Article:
Eye For Film >> Movies >> Side By Side (2013) Film Review
Side By Side
Reviewed by: Anton Bitel
Teenager Lauren Buckle (Bel Powley) has been running all her life. At first she was pushed into competitive footracing by her father - and after he and Lauren's mother died in an accident, she has reluctantly committed herself to continuing because her Olympics potential affords the best hope she has of staying together with her younger brother Harvey (Alfie Field) now that their Alzheimers-afflicted nan Joan (Diana Quick) is no longer able to care for them. Yet when, on the day they are due to move in with Lauren's scheming sponsor Janice (Sara Stewart), Harvey scampers off on a hare-brained search for their long-lost grandfather in Scotland, Lauren finds herself running once again, side-by-side with the brother she has barely had time to get to know.
The physical journey undertaken by these squabbling siblings also maps out their separate (yet shared) searches for identity. If Harvey is on a fool's errand, commissioned by a demented woman to track down his lost roots, he will tackle it like a knight on a quest, using all the skills and some of the contacts that he has acquired obsessively playing online adventure game World of Dragons. On the way he will face his own personal dragon in the form of a train like the one on which his parents were killed. In the meantime, Lauren will not only recognise for the first time her brother's odd talents, but will also find a way to stop running (both literally and metaphorically) and finally start pursuing her own hidden abilities rather than other people's expectations of her.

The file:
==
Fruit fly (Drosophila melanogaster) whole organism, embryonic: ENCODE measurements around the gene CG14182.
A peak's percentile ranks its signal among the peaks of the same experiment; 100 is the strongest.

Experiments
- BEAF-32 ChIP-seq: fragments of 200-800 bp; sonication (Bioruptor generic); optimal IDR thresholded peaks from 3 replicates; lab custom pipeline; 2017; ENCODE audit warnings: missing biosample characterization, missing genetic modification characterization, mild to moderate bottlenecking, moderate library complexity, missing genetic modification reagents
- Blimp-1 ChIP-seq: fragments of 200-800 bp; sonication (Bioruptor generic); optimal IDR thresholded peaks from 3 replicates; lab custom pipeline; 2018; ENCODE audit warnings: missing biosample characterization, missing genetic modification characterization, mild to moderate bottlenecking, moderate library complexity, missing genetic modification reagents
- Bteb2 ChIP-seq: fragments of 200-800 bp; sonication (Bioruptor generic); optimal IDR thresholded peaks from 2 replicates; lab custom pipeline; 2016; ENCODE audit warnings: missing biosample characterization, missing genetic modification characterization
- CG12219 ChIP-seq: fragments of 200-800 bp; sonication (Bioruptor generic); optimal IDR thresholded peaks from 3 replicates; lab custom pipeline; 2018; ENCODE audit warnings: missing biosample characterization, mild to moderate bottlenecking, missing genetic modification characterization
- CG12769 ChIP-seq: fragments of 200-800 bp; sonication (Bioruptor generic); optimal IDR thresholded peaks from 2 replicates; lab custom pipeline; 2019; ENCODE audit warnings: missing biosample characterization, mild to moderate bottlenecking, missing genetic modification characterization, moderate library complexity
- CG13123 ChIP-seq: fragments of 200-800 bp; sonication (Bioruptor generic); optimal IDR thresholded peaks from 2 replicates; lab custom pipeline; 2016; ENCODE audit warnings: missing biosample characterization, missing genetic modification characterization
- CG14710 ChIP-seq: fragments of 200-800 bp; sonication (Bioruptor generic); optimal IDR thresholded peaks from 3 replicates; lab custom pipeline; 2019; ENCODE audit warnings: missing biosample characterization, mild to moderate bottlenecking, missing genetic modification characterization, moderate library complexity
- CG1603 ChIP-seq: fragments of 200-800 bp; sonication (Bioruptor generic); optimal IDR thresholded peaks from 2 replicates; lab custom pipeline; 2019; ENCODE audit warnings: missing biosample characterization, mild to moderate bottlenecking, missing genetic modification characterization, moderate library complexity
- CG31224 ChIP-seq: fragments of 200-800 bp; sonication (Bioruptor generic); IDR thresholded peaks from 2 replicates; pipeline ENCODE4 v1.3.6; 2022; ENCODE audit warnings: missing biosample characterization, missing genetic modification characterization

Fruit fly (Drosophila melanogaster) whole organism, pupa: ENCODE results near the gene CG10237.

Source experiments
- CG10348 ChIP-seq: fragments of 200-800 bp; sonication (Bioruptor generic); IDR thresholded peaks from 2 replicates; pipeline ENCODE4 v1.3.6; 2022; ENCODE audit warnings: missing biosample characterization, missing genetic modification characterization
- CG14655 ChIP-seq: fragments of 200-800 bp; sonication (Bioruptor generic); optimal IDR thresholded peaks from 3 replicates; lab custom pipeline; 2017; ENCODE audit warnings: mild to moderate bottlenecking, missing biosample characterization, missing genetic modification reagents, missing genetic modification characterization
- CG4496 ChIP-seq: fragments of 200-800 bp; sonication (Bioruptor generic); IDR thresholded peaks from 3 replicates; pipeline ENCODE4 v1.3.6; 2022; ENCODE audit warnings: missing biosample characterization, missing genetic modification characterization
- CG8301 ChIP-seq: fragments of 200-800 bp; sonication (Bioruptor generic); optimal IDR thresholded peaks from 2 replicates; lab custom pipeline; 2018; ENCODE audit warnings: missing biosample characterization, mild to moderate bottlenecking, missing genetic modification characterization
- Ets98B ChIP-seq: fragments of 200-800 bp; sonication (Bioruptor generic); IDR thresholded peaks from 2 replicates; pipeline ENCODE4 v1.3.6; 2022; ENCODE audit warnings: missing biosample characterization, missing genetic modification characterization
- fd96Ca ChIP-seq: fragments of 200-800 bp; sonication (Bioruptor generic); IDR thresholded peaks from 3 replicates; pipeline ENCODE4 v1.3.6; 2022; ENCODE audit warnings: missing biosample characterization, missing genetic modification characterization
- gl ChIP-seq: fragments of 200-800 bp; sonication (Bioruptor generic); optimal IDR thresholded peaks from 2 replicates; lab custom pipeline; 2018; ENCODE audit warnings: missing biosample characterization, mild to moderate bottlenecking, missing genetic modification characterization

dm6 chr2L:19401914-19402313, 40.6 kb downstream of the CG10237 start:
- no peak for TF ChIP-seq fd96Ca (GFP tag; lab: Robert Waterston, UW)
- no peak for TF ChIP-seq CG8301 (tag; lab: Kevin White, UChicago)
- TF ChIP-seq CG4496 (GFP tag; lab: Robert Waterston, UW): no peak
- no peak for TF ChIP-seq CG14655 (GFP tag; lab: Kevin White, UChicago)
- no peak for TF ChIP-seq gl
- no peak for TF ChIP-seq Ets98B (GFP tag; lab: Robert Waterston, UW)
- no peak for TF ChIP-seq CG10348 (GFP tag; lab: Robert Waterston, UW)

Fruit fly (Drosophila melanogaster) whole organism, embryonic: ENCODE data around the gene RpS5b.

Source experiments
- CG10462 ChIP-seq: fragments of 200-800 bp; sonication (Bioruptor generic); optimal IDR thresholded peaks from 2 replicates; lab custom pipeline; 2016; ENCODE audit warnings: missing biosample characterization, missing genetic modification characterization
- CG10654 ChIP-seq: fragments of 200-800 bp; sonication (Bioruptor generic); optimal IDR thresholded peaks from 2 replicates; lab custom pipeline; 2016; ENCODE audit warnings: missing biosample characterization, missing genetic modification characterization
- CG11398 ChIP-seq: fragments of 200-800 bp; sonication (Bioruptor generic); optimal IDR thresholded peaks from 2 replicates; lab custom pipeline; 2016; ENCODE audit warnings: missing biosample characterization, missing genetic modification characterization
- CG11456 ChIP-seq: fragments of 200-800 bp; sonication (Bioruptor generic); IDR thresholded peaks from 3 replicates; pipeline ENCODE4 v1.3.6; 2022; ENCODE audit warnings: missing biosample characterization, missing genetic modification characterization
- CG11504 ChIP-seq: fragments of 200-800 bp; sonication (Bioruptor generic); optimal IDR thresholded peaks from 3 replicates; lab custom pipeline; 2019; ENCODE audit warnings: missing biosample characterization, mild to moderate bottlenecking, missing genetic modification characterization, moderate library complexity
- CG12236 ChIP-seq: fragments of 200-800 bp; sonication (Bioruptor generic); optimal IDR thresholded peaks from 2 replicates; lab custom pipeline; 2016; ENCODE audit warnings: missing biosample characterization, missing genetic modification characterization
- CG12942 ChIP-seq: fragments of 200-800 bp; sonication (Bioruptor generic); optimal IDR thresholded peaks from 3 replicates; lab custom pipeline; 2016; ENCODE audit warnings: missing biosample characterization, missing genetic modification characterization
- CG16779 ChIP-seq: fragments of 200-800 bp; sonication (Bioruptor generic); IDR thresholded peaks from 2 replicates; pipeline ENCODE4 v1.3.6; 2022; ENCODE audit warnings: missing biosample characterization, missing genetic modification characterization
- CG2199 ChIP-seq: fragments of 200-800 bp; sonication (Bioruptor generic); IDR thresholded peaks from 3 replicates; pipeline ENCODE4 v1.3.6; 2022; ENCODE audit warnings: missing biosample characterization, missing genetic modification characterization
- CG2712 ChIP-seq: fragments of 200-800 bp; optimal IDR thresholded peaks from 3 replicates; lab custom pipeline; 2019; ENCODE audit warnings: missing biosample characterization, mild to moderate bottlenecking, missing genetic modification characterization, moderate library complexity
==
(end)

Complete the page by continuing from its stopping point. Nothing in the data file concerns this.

These rites of passage are beautifully shot in an idyllic English - and latterly Scottish - countryside. Unfortunately, however, despite some good performances, Side By Side is a meandering, overlong trek of a film, populated by broadly drawn and broadly unengaging characters, accompanied by irksome folk music, and padded out lazily with fart jokes.
It is endearing that the Tinker, a fellow wanderer the children encounter on their travels, is played by Powley's actual father Mark even as he adopts an increasingly paternal attitude towards his itinerant guests - but his scenes never seem relevant enough to justify their duration. Yes, he appears to have fallen out of touch with his own family, making him some kind of counterpoint to the Buckle's quest for familial reintegration. Yes he may be, like Lauren, a secretive artist. Yet all that cannot stop this episode, or the repetitive scenes of the children's ramblings (verbal or otherwise), or the montages of Harvey playing at being an armed swordsman, from dragging under their own length. It does not help that much of the writing is banal and perfunctory, and that the children's pursuer Janice is, at least until the final scenes, little more than a pantomime villain. In the end, despite the prominence of running as a theme, it is chiefly a plodding pace that prevents Side by Side from being a winner.Reviewed on: 15 Oct 2013